Tag Archives: Macau

Macau’s casinos face up to common Prosperity

It would appear that the lights are about to be turned up on Macau’s casinos. With 20-year concessions expiring next year, the government has released a list of changes it would like to implement, several of which appear similar to those launched recently under Beijing’s “Common Prosperity” drive. The way these were unveiled and the perceived lack of detailed explanation by the government has sent stocks tumbling.

Are investors over-reacting? It might depend on ROI time horizons. A big shift is under way, but it has been years in the making and will take decades to play out. Now is a good time to be considering the long-term opportunity, remembering what makes Macau special. This is especially when looking more closely at the development of neighboring Hengqin, a special zone on an island next door to Macau’s Cotai district, which is more than three times the size of the whole of Macau.

With this in mind, GBI has prepared a report looking ahead to beyond the awarding of new gaming concessions, which should happen sometime before the old ones expire in June next year (2022). Under this 10-year outlook, it is likely that strong growth will resume as the Hengqin Port becomes the main entry point to Macau and Beijing works with Macau to make the pioneering integration project a success. It is envisaged that GGR could double from pre-pandemic levels by 2031 as Macau’s merger with Hengqin drives mass visitation.

The main risks are macro: Disease containment and socio-economic stability in the hinterland.

Please get in touch for a copy of the report, which is only available to clients of GBI’s consulting service.

Hengqin plan is game-changer for Macau

Hengqin, the special economic zone opposite Macau’s Cotai casino district, has been turned into a bold new experiment. Macau will essentially take over the daily management of the zone from Zhuhai, but will have to consult the provincial government on major policies.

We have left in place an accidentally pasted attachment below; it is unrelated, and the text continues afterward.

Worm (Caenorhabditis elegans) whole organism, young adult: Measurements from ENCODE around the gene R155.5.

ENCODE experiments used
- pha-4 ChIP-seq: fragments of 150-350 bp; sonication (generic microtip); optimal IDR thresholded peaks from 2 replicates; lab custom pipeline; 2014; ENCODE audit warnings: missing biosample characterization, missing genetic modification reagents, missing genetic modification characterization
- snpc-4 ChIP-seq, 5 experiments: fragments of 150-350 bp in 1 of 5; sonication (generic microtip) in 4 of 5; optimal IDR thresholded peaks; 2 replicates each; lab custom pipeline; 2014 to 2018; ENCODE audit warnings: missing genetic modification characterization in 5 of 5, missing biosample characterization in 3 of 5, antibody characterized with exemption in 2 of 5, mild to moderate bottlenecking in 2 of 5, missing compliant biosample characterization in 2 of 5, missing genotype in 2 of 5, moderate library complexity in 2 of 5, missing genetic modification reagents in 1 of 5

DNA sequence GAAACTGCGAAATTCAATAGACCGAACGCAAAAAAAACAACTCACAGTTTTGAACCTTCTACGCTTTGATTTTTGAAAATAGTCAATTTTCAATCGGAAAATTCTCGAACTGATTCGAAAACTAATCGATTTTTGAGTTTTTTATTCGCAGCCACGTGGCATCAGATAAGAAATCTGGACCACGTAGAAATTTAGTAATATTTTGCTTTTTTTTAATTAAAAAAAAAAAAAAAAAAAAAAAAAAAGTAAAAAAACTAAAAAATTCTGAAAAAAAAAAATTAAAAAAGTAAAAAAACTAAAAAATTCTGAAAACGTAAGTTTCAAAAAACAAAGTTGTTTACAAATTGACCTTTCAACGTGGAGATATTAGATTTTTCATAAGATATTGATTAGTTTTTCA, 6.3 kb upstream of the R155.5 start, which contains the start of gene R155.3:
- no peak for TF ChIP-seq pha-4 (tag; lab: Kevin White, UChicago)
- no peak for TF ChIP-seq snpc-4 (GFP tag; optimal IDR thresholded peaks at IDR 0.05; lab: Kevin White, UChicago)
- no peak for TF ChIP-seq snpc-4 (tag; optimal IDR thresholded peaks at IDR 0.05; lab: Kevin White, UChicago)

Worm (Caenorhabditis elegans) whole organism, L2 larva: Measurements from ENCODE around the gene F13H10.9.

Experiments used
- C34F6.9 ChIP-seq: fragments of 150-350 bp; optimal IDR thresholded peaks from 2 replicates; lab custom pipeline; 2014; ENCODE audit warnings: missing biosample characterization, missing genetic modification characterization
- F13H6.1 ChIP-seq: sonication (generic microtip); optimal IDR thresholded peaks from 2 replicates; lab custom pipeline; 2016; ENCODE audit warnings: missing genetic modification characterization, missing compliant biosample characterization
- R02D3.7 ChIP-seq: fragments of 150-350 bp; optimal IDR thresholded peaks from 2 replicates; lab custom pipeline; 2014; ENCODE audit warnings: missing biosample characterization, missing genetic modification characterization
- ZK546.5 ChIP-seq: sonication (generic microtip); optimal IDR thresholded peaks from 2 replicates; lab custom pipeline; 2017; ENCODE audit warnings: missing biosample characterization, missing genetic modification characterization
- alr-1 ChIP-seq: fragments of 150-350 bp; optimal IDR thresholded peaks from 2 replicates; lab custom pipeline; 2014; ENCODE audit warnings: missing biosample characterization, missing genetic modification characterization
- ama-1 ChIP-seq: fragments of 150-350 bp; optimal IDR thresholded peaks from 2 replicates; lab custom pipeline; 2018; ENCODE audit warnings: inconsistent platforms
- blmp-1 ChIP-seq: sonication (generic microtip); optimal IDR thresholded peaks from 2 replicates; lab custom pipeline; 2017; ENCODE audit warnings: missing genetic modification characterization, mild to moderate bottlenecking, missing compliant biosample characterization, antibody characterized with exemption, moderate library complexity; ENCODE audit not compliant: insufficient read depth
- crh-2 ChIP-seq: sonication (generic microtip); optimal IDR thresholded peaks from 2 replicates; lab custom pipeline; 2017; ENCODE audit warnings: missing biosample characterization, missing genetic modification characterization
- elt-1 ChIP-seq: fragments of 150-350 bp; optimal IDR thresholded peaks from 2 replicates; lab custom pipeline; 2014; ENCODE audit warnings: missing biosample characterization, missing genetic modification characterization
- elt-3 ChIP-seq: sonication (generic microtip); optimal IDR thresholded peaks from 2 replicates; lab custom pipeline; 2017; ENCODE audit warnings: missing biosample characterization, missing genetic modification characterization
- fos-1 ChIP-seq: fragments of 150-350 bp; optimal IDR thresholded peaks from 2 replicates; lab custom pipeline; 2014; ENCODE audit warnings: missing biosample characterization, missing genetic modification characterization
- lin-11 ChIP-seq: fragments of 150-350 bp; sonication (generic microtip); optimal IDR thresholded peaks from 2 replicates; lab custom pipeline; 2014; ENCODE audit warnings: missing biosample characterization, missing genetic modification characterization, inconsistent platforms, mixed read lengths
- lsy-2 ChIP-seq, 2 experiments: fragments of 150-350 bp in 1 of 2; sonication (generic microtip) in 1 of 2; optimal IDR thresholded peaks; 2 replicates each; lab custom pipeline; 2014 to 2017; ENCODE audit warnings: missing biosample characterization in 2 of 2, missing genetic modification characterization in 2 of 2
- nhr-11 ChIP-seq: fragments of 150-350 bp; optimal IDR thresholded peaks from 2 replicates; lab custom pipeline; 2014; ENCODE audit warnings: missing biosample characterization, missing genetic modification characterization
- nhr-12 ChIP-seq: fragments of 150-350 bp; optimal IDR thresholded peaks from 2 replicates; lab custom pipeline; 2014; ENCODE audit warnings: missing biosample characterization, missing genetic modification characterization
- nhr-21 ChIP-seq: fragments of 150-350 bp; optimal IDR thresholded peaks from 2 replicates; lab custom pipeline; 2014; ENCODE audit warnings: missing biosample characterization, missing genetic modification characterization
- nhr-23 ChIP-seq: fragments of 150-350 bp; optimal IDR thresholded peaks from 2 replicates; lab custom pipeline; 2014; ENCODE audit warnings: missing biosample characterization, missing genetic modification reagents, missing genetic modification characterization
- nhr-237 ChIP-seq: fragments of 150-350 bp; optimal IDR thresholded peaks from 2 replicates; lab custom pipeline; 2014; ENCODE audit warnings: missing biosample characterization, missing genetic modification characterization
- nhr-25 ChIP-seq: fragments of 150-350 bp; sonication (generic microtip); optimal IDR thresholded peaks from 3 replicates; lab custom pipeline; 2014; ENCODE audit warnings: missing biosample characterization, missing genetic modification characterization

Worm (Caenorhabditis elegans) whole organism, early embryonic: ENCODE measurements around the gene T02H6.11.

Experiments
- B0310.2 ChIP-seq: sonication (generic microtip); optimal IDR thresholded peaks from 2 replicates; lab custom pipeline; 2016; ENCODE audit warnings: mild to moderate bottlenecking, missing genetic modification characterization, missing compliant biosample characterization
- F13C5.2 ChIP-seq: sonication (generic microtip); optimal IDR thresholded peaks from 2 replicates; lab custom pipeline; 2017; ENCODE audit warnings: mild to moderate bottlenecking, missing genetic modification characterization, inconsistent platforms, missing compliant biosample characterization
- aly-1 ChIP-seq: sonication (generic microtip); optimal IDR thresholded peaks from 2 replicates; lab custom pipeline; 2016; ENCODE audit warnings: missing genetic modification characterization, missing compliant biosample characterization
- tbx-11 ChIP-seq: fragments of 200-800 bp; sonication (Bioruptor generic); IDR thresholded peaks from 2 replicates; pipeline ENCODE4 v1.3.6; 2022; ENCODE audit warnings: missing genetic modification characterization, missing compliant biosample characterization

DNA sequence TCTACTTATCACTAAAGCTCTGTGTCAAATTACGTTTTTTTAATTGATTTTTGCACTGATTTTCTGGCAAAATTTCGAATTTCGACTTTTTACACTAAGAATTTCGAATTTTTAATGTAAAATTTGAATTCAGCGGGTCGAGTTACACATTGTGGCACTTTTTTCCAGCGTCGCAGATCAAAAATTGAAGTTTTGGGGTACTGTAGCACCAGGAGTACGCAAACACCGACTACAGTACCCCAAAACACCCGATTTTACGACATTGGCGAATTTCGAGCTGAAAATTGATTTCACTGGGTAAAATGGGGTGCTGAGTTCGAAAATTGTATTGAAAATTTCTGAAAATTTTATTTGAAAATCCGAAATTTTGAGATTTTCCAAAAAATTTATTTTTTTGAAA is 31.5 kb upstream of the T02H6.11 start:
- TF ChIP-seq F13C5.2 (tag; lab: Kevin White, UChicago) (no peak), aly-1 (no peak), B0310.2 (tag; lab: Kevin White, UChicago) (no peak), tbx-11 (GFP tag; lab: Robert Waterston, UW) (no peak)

The zone will be jointly managed by a committee, but Macau will be in the driver’s seat: This is clear from the fact that Macau will appoint the Executive Deputy Director of the zone’s management committee. Although Macau’s CE and Guangdong’s governor will be co-heads, the EDD will run the show on a daily basis. The language of the announcement makes it seem like this is a JV, but really this is Macau’s project. 

There is much talk about diversification, with hi-tech industries, including manufacturing, and financial services being given lots of ink. But tourism is still the key. The plan makes no mention of the gaming concessionaires, and the tourism section calls it “cultural tourism”. But make no mistake, what this means in practice is that SMEs will get subsidies to pursue tech ideas, most of which will flop, and the banks will be able to build up some wealth management products in Hengqin, but the only projects that will actually make money will be in tourism, and so they will get the lion’s share of attention and resources.

This will take time, however: No one should expect a press release on the casinos being given a role in Hengqin before the concessions are renewed next year. The deadline for getting the management committee fully functional is only 2024. The goal for integration to be fully realised is only 2035.

Continue reading Hengqin plan is game-changer for Macau

Macau lawmakers say ‘no rush’ on licenses; but this might speed the process

Macau’s health authorities announced over the weekend that mass testing of the entire city, around 700,000 people, had produced not a single positive case of Covid-19. However, they are still monitoring more than 1,000 close contacts of the family that last week became the first positive case of the Delta variant. Once that had been satisfied, the government was likely to ease restrictions on activity for the city’s residents and visitors, but another round of testing might be necessary.

More interesting for the longer-term future of Macau than the current Covid-19 scare, however, was the release of a “recommendation” paper from the legislature’s sub-committee on the future of the six gaming concessions, which expire next year, June, 2022. The legislative group has called on the executive branch to provide clarity on the process and timeline for awarding new concessions, which it calls a “re-tendering”. It also says that there should be no rush in this, i.e., hinting that the existing concessions should be extended in order to provide sufficient time for a well thought-out process.